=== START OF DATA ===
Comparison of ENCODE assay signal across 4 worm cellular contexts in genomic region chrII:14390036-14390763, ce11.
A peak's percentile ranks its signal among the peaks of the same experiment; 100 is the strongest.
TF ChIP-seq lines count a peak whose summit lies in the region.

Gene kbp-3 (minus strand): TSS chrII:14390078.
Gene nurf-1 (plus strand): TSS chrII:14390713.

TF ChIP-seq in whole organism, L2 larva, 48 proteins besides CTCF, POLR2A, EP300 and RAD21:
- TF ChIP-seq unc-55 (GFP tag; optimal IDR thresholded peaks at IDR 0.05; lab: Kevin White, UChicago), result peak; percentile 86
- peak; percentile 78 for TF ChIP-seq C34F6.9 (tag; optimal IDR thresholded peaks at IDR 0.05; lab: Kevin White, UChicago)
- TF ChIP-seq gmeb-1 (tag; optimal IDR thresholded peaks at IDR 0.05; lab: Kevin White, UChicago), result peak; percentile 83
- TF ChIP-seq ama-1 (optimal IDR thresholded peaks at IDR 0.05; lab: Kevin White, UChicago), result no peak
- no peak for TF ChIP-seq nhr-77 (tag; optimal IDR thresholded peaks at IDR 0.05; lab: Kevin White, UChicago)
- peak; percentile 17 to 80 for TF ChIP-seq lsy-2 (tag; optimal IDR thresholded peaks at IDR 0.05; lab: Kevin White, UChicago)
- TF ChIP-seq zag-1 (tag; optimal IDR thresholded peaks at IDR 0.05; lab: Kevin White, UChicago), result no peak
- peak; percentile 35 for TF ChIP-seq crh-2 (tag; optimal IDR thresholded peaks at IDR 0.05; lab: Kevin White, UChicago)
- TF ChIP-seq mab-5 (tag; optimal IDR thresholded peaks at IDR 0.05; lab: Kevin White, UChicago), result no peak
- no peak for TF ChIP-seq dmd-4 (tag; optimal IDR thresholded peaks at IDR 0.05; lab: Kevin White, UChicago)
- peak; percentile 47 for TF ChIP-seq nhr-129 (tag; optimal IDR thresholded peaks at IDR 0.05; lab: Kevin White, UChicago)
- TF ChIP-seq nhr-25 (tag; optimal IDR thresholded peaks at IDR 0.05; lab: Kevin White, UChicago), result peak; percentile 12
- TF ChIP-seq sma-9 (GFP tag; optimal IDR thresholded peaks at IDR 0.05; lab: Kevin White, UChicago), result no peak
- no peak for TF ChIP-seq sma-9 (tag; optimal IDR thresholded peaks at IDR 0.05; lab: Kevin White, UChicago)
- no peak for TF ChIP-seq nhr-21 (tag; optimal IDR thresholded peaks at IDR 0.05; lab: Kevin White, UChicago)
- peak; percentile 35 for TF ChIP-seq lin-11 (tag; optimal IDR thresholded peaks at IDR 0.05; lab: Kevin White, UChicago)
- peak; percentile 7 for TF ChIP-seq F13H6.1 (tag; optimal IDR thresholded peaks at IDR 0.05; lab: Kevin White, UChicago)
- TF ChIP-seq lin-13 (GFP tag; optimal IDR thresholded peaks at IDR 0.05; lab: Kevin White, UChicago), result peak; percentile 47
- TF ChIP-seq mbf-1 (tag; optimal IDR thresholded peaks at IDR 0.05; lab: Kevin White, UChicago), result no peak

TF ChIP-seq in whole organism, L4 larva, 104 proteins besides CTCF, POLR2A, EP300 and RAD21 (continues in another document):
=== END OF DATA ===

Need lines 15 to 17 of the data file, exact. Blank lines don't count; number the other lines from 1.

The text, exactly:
- TF ChIP-seq mab-5 (tag; optimal IDR thresholded peaks at IDR 0.05; lab: Kevin White, UChicago), result no peak
- no peak for TF ChIP-seq dmd-4 (tag; optimal IDR thresholded peaks at IDR 0.05; lab: Kevin White, UChicago)
- peak; percentile 47 for TF ChIP-seq nhr-129 (tag; optimal IDR thresholded peaks at IDR 0.05; lab: Kevin White, UChicago)